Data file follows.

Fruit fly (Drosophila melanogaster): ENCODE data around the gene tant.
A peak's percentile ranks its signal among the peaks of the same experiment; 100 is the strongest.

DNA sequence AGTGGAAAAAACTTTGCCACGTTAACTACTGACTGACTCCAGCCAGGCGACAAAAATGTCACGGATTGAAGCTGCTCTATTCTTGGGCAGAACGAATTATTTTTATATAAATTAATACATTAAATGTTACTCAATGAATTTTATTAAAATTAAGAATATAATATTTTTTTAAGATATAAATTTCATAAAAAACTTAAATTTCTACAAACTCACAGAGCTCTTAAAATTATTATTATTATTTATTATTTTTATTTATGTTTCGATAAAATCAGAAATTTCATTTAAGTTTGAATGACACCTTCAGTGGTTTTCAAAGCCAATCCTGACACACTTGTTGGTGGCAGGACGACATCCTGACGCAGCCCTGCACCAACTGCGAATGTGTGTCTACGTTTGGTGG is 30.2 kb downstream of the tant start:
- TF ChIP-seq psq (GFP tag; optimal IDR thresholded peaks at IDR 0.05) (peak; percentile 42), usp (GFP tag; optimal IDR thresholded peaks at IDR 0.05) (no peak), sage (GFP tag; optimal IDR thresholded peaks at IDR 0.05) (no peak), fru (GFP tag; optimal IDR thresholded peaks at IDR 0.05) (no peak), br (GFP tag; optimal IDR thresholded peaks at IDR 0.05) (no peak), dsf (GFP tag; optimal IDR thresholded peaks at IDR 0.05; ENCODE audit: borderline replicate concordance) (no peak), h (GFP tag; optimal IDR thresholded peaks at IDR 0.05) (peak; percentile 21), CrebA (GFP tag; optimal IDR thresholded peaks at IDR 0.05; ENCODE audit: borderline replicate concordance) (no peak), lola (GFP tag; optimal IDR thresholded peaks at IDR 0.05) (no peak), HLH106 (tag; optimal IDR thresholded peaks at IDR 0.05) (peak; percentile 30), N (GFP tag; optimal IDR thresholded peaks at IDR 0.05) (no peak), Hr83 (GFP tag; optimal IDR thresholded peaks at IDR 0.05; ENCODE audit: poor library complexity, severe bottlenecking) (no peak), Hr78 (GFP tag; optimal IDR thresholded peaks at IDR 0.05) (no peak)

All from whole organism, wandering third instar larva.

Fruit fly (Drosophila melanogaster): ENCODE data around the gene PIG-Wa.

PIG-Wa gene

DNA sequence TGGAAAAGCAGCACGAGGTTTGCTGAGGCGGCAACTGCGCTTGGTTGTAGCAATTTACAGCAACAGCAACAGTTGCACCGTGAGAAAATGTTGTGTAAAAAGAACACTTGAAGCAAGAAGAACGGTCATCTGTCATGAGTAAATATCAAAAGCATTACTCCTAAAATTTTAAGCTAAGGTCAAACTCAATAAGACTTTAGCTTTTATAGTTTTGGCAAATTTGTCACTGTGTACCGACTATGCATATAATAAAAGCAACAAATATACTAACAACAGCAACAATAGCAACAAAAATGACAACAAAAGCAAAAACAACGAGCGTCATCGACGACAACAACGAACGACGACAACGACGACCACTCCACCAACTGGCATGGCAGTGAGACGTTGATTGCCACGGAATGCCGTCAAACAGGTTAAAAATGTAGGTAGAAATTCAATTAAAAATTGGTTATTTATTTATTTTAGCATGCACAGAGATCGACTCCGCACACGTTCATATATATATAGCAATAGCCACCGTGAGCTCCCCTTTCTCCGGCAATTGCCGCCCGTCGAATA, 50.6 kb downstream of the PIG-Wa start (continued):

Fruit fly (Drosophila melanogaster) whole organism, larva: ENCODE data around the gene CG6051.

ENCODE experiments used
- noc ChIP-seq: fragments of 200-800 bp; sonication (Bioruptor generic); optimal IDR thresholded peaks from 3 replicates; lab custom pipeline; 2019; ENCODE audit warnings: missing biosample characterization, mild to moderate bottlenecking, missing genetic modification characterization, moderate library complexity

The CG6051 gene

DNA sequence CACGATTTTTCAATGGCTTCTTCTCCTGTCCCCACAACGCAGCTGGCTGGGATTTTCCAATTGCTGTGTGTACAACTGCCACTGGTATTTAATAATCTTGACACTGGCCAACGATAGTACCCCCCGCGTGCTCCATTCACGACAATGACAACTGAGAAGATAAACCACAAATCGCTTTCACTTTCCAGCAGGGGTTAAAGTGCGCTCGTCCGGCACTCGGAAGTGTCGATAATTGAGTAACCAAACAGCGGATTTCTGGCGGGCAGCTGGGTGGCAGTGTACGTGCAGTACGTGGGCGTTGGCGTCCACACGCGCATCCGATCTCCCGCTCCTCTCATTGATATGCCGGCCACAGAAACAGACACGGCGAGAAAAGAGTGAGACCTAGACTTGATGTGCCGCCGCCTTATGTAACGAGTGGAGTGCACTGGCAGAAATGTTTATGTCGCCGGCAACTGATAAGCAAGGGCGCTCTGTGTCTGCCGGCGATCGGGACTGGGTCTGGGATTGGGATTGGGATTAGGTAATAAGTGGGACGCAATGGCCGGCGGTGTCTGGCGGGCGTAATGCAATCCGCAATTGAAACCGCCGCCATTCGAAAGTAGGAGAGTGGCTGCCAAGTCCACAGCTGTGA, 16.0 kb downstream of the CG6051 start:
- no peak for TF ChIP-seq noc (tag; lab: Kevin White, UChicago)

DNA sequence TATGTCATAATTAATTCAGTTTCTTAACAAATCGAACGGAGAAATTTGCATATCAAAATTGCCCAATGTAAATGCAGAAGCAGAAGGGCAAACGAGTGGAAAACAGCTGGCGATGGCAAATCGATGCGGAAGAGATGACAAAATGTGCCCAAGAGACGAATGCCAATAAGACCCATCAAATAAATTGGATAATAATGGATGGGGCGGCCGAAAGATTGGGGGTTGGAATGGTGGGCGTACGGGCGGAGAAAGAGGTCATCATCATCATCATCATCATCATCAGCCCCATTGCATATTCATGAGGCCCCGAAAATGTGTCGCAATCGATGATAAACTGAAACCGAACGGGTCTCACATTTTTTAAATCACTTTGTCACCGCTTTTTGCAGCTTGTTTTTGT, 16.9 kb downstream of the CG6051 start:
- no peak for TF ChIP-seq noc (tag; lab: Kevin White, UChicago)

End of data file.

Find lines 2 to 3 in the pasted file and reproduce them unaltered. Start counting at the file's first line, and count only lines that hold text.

A peak's percentile ranks its signal among the peaks of the same experiment; 100 is the strongest.

DNA sequence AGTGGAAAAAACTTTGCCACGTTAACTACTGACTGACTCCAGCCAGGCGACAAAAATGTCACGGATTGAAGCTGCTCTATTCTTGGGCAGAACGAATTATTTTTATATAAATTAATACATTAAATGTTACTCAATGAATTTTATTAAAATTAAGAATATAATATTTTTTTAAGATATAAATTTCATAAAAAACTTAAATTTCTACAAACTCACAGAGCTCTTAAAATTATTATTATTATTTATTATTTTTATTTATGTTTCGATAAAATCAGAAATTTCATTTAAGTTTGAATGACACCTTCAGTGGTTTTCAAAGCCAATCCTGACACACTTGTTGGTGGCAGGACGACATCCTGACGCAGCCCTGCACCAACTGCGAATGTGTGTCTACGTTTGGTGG is 30.2 kb downstream of the tant start: